Floaters should note: The river volume on this stretch of water can change on an infrequent schedule and often. It is important to know the flow before you launch and make an honest assessment of your ability and watercraft capability. Please respect private property rights along the river. At 1,500 cfs the bridges are impassable. Under 500 become questionable for clearance of certain boats.

Colorado River Above Kremmling (Parshall)

Flow: 250 cfs. +/-
Conditions: Flows remain steady with the aid of the Williams Fork Tailwater release, making this a solid winter destination for wade anglers. Depending on the volume of that release and the overnight temperatures the amount of open water can vary but, it is fairly stable down to the first run or two below the bridge in the middle of The Breeze Unit State Wildlife Area.  As with most winter fishing spots, nymphing will be the most consistent approach using a tandem rig under an indicator.  While you should focus on Baetis and Midge larva and pupa imitations, there can also be some success on small searching nymphs such as Pheasant Tails and Copper Johns.  Low and clear flows will necessitate tippet from 5 to 6x either in mono or fluorocarbon.  Don’t overlook the importance of using enough weight.  Make sure to have enough to get your flies down to the depths where fish will be sheltering to conserve energy.  As well, you want to start off in deep runs, tail outs of flats or the inside edge of eddy lines.  These types of lies will allow for almost no exertion from fish.  Then as the sun warms the water and insect activity picks up, look for trout to move a little closer to current lines to feed on drifting nymphs.  While you may see some activity early in the day, more likely that action is going to be most consistent from late in the morning to mid afternoon when the day is at its warmest.  Now that we have passed the Winter Solstice and the days will be getting longer, we can see a light at the end of the tunnel.  As the days get warmer be ready for Baetis season.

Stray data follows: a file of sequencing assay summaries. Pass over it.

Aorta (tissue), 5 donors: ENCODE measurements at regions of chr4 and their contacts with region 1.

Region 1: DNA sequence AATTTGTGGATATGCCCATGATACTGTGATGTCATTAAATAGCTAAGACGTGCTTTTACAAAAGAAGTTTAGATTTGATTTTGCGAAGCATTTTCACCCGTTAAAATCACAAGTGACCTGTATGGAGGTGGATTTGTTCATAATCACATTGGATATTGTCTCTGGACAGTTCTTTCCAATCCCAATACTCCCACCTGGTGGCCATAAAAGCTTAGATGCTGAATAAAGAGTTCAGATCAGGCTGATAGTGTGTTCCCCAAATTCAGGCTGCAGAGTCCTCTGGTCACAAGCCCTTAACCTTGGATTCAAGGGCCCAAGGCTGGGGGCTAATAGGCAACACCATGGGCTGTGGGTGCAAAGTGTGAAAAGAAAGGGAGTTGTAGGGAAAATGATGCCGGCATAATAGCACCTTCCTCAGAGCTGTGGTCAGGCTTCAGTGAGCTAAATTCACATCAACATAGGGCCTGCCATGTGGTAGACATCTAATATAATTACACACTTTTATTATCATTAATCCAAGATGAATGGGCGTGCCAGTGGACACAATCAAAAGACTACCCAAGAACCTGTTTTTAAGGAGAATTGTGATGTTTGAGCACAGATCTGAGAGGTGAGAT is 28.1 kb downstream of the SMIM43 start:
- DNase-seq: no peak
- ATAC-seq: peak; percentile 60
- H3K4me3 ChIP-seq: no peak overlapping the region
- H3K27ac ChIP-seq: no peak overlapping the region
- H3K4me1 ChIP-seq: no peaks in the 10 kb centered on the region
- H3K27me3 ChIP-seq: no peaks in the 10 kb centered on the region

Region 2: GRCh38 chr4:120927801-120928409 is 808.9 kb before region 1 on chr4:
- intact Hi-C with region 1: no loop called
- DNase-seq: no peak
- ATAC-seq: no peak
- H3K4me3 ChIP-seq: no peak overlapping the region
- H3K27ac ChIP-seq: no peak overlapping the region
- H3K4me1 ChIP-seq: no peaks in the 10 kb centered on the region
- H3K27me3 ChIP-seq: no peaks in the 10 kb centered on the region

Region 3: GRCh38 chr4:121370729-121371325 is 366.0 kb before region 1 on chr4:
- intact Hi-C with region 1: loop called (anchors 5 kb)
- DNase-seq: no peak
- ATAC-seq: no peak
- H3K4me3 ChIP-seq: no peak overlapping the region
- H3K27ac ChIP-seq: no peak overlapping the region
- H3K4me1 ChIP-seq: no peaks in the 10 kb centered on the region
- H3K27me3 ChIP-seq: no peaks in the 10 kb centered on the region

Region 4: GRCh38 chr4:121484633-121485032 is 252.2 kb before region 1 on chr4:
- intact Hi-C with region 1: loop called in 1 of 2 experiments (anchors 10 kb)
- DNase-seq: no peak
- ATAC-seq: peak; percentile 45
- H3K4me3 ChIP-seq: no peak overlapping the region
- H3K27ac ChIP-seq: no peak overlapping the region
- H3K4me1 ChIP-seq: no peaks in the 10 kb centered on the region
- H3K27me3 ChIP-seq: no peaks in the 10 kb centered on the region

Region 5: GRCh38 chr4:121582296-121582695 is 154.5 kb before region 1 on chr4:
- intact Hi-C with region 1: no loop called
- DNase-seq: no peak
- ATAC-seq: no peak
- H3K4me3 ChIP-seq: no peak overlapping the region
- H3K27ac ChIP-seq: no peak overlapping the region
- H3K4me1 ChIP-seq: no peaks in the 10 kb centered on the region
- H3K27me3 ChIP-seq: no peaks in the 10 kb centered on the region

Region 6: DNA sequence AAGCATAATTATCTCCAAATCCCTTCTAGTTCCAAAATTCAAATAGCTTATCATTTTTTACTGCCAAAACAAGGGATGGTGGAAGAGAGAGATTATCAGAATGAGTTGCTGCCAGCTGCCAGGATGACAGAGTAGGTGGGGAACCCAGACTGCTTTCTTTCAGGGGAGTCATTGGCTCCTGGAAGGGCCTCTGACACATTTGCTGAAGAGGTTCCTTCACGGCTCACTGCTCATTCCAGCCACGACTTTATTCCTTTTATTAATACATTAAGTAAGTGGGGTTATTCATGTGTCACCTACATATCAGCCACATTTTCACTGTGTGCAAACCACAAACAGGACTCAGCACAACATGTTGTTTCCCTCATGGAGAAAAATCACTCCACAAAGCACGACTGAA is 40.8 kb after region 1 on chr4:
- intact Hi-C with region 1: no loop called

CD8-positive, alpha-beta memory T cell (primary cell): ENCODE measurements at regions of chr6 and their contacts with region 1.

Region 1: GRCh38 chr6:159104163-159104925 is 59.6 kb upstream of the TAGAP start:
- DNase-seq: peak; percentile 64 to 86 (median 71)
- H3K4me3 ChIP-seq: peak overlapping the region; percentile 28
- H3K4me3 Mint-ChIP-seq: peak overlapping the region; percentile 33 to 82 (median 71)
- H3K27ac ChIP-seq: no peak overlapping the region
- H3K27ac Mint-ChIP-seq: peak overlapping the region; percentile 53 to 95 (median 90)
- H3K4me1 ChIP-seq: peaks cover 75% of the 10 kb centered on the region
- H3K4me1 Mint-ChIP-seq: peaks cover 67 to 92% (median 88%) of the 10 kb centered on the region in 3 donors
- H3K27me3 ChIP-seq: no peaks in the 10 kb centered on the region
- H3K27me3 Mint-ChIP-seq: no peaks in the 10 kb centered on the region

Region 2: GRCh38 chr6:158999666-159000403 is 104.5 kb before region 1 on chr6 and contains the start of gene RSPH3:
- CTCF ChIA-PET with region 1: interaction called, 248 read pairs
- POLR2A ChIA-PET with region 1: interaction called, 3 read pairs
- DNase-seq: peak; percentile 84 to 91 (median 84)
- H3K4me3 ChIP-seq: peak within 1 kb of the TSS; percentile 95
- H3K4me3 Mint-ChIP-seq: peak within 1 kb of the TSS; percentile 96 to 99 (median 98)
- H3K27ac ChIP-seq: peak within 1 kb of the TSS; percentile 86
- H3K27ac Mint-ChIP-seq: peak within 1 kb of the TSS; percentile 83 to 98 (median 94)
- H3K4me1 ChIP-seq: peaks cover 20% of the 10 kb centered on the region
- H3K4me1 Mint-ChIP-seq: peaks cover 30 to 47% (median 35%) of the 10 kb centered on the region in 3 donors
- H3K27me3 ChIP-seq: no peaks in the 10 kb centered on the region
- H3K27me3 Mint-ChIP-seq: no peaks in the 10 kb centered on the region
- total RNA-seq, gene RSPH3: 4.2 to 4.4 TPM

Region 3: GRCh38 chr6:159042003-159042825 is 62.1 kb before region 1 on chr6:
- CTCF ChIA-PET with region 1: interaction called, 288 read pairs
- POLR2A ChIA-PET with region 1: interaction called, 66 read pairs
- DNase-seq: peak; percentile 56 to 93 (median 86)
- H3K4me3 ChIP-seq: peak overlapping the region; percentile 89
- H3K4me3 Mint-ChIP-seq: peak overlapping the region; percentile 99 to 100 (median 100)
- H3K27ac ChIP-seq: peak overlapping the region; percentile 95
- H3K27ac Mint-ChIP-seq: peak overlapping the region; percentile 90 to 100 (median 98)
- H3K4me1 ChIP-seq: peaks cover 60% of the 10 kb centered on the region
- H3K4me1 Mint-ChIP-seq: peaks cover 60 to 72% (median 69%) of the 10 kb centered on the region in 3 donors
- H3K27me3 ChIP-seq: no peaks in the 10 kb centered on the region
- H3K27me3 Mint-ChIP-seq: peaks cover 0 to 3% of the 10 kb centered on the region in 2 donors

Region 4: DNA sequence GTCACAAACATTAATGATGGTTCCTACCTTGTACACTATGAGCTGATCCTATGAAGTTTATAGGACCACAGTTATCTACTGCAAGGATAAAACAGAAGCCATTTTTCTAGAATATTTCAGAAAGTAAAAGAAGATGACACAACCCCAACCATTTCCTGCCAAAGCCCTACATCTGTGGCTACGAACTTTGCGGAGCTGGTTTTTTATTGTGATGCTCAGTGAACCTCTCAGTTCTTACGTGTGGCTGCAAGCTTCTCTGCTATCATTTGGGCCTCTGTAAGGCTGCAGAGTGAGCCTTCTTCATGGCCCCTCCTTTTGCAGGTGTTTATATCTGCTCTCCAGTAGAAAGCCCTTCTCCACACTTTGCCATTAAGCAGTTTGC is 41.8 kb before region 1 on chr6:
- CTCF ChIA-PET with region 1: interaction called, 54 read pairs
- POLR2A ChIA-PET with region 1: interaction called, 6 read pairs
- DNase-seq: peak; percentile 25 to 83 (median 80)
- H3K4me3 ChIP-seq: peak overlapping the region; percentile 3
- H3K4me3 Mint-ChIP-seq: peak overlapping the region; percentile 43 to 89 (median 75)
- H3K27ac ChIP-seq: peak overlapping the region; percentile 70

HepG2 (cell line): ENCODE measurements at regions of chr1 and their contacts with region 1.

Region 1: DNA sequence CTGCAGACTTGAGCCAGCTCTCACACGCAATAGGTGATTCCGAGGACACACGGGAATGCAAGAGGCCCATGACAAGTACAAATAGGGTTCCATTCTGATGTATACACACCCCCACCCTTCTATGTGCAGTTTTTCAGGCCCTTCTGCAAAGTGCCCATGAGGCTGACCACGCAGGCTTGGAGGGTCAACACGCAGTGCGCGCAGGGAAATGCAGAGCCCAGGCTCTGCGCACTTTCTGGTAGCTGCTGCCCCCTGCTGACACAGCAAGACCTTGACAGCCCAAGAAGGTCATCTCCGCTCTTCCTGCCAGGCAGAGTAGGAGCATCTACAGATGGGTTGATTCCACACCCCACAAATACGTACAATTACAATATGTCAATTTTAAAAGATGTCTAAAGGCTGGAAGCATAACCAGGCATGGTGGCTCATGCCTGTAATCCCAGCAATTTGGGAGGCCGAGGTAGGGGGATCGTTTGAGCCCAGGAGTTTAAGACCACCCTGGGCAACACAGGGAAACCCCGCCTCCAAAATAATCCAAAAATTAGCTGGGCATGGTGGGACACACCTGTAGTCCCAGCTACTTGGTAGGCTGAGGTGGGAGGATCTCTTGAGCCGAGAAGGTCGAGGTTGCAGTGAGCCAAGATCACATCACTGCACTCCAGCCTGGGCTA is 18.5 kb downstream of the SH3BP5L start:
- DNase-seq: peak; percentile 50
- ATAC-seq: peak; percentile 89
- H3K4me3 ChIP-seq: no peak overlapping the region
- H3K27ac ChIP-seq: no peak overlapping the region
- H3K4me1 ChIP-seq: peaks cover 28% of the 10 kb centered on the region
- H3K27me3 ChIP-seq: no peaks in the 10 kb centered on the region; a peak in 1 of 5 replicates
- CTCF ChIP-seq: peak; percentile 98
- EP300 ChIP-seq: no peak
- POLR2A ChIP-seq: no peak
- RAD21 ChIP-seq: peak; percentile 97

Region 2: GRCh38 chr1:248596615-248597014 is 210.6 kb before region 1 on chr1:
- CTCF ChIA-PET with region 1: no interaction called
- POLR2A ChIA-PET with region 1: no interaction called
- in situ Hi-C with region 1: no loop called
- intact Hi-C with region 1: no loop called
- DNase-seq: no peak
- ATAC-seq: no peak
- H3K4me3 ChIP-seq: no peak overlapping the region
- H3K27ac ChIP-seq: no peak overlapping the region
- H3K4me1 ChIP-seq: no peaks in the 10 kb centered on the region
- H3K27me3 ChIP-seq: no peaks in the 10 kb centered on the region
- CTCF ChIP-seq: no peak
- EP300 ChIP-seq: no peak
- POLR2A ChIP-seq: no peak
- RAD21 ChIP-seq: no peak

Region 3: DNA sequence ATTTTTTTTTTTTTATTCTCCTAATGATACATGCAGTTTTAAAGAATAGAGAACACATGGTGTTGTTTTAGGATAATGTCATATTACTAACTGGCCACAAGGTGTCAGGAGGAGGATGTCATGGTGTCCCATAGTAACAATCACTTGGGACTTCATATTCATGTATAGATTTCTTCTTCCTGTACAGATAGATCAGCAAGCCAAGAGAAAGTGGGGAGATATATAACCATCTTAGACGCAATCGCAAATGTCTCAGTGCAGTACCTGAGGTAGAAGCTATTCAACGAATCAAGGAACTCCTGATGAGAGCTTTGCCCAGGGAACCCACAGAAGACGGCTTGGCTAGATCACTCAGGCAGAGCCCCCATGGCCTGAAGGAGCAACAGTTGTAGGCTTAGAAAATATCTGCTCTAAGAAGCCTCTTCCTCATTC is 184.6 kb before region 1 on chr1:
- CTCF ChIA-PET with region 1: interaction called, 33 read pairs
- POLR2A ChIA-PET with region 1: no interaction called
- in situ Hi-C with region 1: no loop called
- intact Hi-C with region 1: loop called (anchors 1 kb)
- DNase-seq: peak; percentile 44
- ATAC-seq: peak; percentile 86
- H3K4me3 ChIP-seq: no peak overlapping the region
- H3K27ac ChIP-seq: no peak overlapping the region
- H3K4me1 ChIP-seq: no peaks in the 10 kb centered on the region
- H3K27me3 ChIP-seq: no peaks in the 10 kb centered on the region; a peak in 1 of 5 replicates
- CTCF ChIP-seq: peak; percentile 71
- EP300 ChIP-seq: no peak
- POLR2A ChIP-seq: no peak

Flies: Pat’s Rubber Legs, Hurless Stone Nymph, Flossy Worm, CDC Pheasant Tail, Bead Prince, Psycho Prince, Hammerhead Nymph, Lil Spanker, Tungsten Hackled, Buckskin #16-20, Pheasant Tail #14-22, Black Copper John #20-22, Small Prince Nymphs, Black Pheasant Tail, Tung Psycho May, Split Case BWO, Tungsten Micro Mayfly Brown, Tungsten Juju Baetis, Aero Baetis, Root Beer Float, Zebra Midge, Red Neck Midge, Biot Midge, 5-0 Midge, WD40, Pure Midge Larva

Colorado River Pumphouse to Dotsero

Flow: 525 +/- cfs. @ Pumphouse
Conditions:  The above average temperatures have all but cleared the river of ice, with just a few chunks hanging on in the shadier locations. This is a good 3 to 4 weeks ahead of schedule and a welcome sign to winter weary anglers.  Yet the river has not fully transitioned into Spring completely, as water temperatures will still be a little behind that advance.  With a continuation of above average temperatures in the near future we expect those to start creeping up and generating a wider range of insect activity.  Results have be most consistent using nymphs and midge patterns.  We continue to fish classic tandem nymph rigs with minimal weight.  Between Pumphouse and Dotsero, look for sunny and deep spots with slow moving water.  Midge larva and pupa along with Baetis nymphs behind a beaded searching pattern or even a standard Pat’s would be as good as any rig to start with at this time of year. With the Middle Park inversion having an effect on air temperatures, overnight lows here can take a little while to rebound during the day.  That being the case, don’t be too impatient with the action, it might not be until late morning/early afternoon before fish respond to your flies.  The Colorado River could be a very rewarding place to fish. It most certainly is gorgeous this time of year! Floating the Colorado is not far off.  We will keep you posted when we find the canyons opening up, as we patiently wait until hotter days and higher flows.  Until then, enjoy some good wade fishing while it lasts!


Flies: Lil Spanker, Juju Baetis, Mayfly Micro, Root-beer Float, Two Bit Hooker, Zebra Midge, Glassy Brassie, Black Mirage, RS2, Redneck Midge, Blood Midge, Black Copper John, Pat’s Rubber Legs, San Juan Worm,Huevos

Colorado Below Glenwood Springs

Flow: 1450 cfs.